Raising a moral child

Filed in Family by on April 30, 2014 2 Comments

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Adam Grant discusses how parents can help the moral development of their children, particularly in the area of becoming a ‘caring’ person.

Although some parents live vicariously through their children’s accomplishments, success is not the No. 1 priority for most parents. We’re much more concerned about our children becoming kind, compassionate and helpful. Surveys reveal that in the United States, parents from European, Asian, Hispanic and African ethnic groups all place far greater importance on caring than achievement. These patterns hold around the world: When people in 50 countries were asked to report their guiding principles in life, the value that mattered most was not achievement, but caring.

He looks through the results of various studies, and explores how to encourage good behaviour through a focus on character development, the difference between shame and guilt, and teaching children how to deal with bad behaviour.

As powerful as it is to criticize bad behavior and praise good character, raising a generous child involves more than waiting for opportunities to react to the actions of our children. As parents, we want to be proactive in communicating our values to our children. Yet many of us do this the wrong way.

He goes on to state that actions speak louder than words, and that in some cases, words can actually undermine the effectiveness of actions.

The message from this research is loud and clear: If you don’t model generosity, preaching it may not help in the short run, and in the long run, preaching is less effective than giving while saying nothing at all.

This isn’t intuitive, but it’s backed up by some evidence.

In a classic experiment, the psychologist J. Philippe Rushton gave 140 elementary- and middle-school-age children tokens for winning a game, which they could keep entirely or donate some to a child in poverty. They first watched a teacher figure play the game either selfishly or generously, and then preach to them the value of taking, giving or neither. The adult’s influence was significant: Actions spoke louder than words. When the adult behaved selfishly, children followed suit. The words didn’t make much difference — children gave fewer tokens after observing the adult’s selfish actions, regardless of whether the adult verbally advocated selfishness or generosity. When the adult acted generously, students gave the same amount whether generosity was preached or not — they donated 85 percent more than the norm in both cases. When the adult preached selfishness, even after the adult acted generously, the students still gave 49 percent more than the norm. Children learn generosity not by listening to what their role models say, but by observing what they do.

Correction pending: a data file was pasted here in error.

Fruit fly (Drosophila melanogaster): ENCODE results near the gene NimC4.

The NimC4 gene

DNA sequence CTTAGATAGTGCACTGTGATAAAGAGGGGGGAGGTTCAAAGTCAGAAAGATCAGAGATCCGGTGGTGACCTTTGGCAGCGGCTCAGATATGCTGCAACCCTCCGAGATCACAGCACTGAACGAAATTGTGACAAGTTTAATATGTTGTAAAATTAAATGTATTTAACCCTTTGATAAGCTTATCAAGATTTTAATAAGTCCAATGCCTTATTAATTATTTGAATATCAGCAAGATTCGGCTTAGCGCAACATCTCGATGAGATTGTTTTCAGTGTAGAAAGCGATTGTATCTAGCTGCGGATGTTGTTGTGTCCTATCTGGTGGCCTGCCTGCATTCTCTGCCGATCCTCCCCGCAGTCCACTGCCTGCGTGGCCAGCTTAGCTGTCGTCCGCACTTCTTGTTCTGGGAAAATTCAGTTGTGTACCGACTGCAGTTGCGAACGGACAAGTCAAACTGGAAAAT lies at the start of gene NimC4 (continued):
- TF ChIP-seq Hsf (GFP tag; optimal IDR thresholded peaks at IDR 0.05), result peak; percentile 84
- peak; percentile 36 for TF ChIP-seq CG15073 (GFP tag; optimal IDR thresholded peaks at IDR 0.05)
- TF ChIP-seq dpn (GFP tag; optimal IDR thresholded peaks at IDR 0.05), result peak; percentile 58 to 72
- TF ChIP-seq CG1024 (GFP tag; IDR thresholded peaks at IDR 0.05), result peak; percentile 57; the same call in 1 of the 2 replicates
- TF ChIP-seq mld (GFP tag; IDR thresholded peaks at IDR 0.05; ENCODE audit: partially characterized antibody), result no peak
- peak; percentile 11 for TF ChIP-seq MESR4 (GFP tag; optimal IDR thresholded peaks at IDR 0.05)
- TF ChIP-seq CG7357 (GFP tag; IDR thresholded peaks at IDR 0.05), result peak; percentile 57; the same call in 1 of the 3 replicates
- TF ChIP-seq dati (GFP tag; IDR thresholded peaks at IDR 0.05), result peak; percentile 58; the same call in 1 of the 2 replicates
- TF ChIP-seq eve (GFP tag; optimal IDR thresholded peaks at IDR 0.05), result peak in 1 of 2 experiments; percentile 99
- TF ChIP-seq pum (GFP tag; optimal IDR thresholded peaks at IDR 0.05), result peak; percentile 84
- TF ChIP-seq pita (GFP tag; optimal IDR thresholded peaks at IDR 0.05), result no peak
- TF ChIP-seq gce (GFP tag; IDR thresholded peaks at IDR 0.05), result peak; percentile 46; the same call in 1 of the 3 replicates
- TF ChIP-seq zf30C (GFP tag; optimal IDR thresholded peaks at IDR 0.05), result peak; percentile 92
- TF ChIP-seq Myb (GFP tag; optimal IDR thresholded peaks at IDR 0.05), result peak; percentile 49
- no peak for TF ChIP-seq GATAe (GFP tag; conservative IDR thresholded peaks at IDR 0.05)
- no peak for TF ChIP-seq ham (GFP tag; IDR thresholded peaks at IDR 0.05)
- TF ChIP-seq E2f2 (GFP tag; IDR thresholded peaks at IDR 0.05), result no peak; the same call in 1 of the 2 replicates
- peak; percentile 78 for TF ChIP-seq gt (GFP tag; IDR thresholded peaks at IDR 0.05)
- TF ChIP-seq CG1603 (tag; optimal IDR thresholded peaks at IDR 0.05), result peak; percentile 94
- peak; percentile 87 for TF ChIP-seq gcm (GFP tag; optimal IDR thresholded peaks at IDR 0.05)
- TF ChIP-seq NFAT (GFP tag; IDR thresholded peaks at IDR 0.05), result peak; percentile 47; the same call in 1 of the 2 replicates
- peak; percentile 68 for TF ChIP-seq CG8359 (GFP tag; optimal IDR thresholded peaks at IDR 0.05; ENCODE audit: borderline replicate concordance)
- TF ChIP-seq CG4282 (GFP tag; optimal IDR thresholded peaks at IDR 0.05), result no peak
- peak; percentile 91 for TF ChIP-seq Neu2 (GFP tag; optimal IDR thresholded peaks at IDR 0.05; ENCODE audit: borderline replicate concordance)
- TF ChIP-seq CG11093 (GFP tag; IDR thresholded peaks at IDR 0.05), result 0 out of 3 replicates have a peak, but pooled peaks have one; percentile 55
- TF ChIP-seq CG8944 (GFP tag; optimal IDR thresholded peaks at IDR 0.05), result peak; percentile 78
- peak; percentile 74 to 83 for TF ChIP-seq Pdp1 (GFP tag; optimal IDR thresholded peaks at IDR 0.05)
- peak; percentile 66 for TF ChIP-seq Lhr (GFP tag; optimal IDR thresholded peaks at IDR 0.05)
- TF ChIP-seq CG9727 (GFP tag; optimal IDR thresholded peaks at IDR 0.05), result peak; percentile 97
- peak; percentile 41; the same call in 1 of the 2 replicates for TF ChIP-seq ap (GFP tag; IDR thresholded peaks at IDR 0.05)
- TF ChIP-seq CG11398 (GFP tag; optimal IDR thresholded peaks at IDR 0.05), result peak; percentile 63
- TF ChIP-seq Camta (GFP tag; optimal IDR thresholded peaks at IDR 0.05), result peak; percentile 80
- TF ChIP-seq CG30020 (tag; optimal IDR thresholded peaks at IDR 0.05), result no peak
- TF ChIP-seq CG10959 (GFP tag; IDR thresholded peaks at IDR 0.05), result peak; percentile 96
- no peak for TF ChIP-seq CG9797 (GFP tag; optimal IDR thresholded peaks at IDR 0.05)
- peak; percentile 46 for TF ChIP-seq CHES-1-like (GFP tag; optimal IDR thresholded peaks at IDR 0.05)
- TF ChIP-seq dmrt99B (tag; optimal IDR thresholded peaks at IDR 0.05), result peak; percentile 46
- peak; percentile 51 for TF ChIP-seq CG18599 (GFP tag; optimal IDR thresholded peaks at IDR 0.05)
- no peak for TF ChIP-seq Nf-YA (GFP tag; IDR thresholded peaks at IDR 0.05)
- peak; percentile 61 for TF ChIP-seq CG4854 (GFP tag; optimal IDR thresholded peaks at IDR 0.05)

To test whether these role-modeling effects persisted over time, two months later researchers observed the children playing the game again. Would the modeling or the preaching influence whether the children gave — and would they even remember it from two months earlier?

The most generous children were those who watched the teacher give but not say anything. Two months later, these children were 31 percent more generous than those who observed the same behavior but also heard it preached. The message from this research is loud and clear: If you don’t model generosity, preaching it may not help in the short run, and in the long run, preaching is less effective than giving while saying nothing at all.

People often believe that character causes action, but when it comes to producing moral children, we need to remember that action also shapes character. As the psychologist Karl Weick is fond of asking, “How can I know who I am until I see what I do? How can I know what I value until I see where I walk?”

I’d be interested to hear how this research ties in with your own experience.

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Fr Jerome Santamaria

About the Author ()

Fr Jerome Santamaria is a priest of the Archdiocese of Melbourne, Australia.

Comments (2)

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  1. Tonia says:

    I think there’s both a nature and a nurture element to generosity, and perhaps birth order plays a part.

    Our older son was always reluctant to share a chip or a sweet with us, while you only had to ask the younger one (even at 2) and he’d get a plate and give you half. They’re still the same at 11 and 13.

  2. Ben Santamaria says:

    As Jerome’s little brother, Tonia, I concur.

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